Emily Behny is ready to play Belle in Beauty and the Beast.
It wasn’t until she played the role of Liesl in The Sound of Music during her sophomore year at Ball State University that Emily Behny realized she might actually be able to make a career out of performing.
“I started performing in church when I as about five or six, but it wasn’t until I got into high school that I dove into theater. That’s when I got the bug, but I waited until I got to college to take performing seriously,” says Behny, now taking the role of Belle in the award-winning smash hit musical Disney’s Beauty and the Beast, coming to the Academy of Music June 4 to 10.
And what a role it is, this classic story of Belle, a young woman in a provincial town and the Beast, who’s really a young prince trapped in a spell placed by an enchantress. If the Beast can learn to love and be loved, the curse will end and he will be transformed to his former self. But time is running out. If the Beast does not learn his lesson soon, he and his household will be doomed for all eternity.
Playing Belle was always a dream role for Behny, who just turned 25. But in order to get it, she was faced with stiff competition.
“I was competing for the role with over 300 girls. I think I was number 191,” she said. “I was waiting for a long time, and by the time they got to my group, they had cut the singing time down from 16 bars to 8 bars. That’s not a lot of time to show what you can do. It gives you about 30 seconds to make an impression, and that’s hard to do.”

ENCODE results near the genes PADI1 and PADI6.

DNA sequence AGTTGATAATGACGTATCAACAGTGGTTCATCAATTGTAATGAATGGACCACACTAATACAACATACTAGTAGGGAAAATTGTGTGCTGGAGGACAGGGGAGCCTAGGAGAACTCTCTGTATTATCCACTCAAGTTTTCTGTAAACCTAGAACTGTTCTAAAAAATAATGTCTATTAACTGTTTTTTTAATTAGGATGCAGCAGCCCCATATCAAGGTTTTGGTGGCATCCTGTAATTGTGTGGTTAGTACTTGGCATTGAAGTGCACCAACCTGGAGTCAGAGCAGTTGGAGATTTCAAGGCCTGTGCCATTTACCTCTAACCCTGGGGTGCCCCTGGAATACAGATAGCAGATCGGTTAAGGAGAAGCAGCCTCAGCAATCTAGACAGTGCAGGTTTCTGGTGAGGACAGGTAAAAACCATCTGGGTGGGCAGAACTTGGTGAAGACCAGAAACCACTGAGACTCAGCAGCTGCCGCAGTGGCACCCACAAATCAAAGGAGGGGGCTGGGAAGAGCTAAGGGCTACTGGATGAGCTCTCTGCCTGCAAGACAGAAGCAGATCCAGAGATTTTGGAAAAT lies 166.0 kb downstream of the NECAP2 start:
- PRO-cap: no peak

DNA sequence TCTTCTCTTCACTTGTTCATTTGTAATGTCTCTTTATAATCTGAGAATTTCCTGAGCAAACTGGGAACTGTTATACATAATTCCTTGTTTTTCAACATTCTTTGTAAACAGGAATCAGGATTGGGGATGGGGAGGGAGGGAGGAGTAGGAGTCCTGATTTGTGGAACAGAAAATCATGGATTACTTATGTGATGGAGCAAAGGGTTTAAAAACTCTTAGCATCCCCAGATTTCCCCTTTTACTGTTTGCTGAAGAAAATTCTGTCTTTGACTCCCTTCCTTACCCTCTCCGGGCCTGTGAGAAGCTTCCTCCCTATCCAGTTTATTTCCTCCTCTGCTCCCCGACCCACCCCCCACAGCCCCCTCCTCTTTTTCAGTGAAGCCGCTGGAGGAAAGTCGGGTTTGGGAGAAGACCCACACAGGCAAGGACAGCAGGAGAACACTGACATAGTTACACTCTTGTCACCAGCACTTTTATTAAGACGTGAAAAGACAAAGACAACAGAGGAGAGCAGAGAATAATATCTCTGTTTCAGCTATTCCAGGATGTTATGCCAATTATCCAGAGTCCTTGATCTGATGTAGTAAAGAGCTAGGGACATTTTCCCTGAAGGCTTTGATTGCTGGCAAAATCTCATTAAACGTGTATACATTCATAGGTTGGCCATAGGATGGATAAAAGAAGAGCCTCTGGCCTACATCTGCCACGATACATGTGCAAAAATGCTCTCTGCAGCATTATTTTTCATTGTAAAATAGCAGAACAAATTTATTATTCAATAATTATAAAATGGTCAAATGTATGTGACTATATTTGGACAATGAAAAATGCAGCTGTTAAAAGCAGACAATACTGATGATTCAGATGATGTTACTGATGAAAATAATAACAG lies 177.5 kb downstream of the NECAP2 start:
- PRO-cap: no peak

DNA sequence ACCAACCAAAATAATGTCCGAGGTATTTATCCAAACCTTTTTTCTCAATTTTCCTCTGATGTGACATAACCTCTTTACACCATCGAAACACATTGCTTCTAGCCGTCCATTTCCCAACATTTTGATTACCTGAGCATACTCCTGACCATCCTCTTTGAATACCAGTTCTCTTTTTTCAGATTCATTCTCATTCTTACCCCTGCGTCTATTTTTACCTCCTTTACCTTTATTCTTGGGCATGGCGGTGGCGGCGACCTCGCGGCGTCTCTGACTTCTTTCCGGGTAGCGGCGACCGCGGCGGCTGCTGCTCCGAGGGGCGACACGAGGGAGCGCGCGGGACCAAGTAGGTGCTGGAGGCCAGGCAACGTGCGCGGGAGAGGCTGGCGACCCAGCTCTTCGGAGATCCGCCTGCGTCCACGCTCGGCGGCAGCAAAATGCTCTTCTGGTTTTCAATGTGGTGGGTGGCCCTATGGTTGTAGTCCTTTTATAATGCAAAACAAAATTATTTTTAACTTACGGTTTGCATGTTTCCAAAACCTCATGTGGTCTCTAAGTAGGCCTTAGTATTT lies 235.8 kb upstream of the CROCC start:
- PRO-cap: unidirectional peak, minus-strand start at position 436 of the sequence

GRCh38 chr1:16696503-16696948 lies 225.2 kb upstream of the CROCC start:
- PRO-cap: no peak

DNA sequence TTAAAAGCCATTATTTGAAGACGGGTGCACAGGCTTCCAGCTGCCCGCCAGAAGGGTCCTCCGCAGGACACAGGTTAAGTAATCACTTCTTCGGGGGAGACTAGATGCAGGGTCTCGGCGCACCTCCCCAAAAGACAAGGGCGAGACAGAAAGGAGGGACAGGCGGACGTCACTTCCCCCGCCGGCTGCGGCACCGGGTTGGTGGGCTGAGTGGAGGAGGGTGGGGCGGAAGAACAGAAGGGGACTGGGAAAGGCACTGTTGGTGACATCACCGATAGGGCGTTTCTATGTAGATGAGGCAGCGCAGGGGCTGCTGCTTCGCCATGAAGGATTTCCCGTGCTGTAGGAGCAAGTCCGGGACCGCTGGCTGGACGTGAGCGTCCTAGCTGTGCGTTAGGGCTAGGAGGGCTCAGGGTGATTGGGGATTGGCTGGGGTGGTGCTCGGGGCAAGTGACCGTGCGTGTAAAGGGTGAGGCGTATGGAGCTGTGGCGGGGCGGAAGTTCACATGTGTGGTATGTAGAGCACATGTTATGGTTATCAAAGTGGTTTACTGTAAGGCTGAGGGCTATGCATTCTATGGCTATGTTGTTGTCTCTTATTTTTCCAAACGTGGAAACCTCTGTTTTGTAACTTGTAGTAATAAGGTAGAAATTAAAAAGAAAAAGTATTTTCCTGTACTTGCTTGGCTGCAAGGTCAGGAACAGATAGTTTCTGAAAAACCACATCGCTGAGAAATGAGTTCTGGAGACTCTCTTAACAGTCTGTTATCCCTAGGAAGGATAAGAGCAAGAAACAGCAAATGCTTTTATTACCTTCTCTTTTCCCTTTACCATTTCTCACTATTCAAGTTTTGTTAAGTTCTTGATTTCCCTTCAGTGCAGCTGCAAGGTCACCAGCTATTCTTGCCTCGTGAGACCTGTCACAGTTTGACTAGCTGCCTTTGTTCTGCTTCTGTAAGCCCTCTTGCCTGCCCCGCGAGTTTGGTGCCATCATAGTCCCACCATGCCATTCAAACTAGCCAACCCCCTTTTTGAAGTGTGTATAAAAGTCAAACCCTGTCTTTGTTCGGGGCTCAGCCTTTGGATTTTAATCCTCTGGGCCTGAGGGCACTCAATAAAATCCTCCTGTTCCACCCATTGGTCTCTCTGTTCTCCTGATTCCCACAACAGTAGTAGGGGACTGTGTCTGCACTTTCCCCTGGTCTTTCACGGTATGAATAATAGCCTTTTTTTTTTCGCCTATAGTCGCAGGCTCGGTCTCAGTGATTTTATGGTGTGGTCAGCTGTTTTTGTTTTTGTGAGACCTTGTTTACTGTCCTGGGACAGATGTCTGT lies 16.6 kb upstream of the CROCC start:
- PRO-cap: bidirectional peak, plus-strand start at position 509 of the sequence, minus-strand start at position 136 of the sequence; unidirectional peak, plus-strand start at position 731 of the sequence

But she did it. She was called back for a second audition, a dance call, then asked to come back again with three other girls to sing for the role of Belle.
“And here I am today,” she said. “I can hardly believe it. They had seen so many people, so to be chosen from all of the others and get the role is a real honor.”
Behny, from a small town in Indiana, has been traveling with the show for 16 months, and said she’s enjoying every minute of it — with only one slight challenge.
“And that is to resist falling into what I call ‘Disney Princess Land,’” she explained. “Belle is not a princess, and it would be easy to fall into that trap in a very melodramatic way. So we have to be very careful not to do that and just make her seem as human as can be for the audience.”
Whatever they are doing obviously works, for audiences keep coming back to see this treasured musical. And Behny thinks she knows why.
“I think it’s because the story never gets old. It’s the classic love story that people can relate to because it talks about people seeing through the exterior of somebody and into somebody’s heart, which is how Belle falls in love with the Beast,” she said.
“In a very image-driven society it’s sometimes hard to stop and look into the humanness of someone and what makes them who they are,” she continued. “And I do think that’s the main draw of the show, aside from all the characters, the dialogue, the costuming and the big Broadway numbers. That makes it fun for the whole family.”
Admittedly excited and overjoyed to be playing this role — her first since graduating from college — Behny hopes her future will just get bigger and brighter with each passing year.
“I’d like to do more musical theater as well as act in some ‘straight plays,’” she said. “I’d also like to do film and TV someday, too. I have many, many interests, and I hope they all come true.” ••
For times and ticket information, call 215–893–1999.